How to deal with language barriers at an accident scene

We’re thick into our accident scene blog series where we’ve shared tips on what to say to accident victims, the types of consent you can get to be of help, how to help victims without causing further damage and how to deal with a challenging scene where victims are unable to communicate.

One other challenge you could encounter when trying to communicate with victims is language.

South Africa is a country that is diverse in languages and dialects, but what happens when the victim can’t speak or understand English?

Here’s how you can get over the language barrier at an accident scene:

  • In order to communicate effectively and get consent to assist or get the required information, you need to establish which language the victim can speak.
  • If the victim speaks a language that you do not understand and you cannot communicate with them in English, look for someone who can communicate in a dialect they would understand to act as a translator or assist by taking over. This could either be a friend who is also at the scene, another person available to assist or by calling someone from the victim’s phone to assist.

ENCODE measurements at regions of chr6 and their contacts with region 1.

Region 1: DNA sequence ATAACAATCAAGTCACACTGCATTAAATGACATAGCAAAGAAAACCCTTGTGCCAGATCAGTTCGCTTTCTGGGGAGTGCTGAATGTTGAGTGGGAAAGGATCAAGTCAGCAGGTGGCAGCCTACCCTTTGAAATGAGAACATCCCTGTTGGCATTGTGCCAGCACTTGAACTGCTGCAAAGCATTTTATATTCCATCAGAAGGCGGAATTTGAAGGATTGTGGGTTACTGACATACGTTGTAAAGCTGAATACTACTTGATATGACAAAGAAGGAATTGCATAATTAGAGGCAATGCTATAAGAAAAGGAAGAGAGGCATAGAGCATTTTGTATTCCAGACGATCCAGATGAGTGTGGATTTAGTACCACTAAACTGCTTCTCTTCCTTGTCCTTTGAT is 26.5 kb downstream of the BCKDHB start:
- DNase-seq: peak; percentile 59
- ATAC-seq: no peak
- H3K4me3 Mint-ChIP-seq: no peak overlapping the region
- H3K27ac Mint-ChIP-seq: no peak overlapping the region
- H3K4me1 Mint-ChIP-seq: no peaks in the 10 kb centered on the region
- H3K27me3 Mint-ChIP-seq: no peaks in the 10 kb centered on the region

• Should there be nobody around to help or nobody to contact, your other available alternative lies in online translation apps. It may be slow going, but is necessary.
  • Once you have found common communication ground, remember to assure the victim that you are there to help and get their consent to do so. Once consent is given, proceed with collecting any medical information that would assist the medical professionals.

Other reasons that could cause a communication barrier:

  • Children who are either too young to articulate themselves or properly construct a sentence.
  • The victim could be an elderly person or suffering from Alzheimer’s.
  • The victim could be deaf or mute.
  • The victim could be intellectually handicapped.

As you can see, in as much as language can cause a communication challenge, there are other reasons why accident victims may not be able to communicate. It would be ideal to keep these in mind in case you are the first responder to an accident and are trying to assist. For professional assistance, remember to call your insurer for emergency assistance or get the MiWay Emergency Alert – your call for help when you can’t make the call yourself.

Related Articles

Claiming from the Road Accident Fund

The Road Accident Fund, or RAF, is a statutory body that, in terms of the provisions of the Road Accident Fund Act (Act 56 of 1996), exists to provide compulsory...

Camping Hacks To Master This Summer

The glow of the coals, the fresh, cool breeze and the whispers of nature in the background - there’s nothing quite like pitching your tent or setting up your caravan...

Festive Shopping Hacks

We’ve put together some hacks to help you spend less time scurrying around from store to store. Let’s get ready to conquer the mall!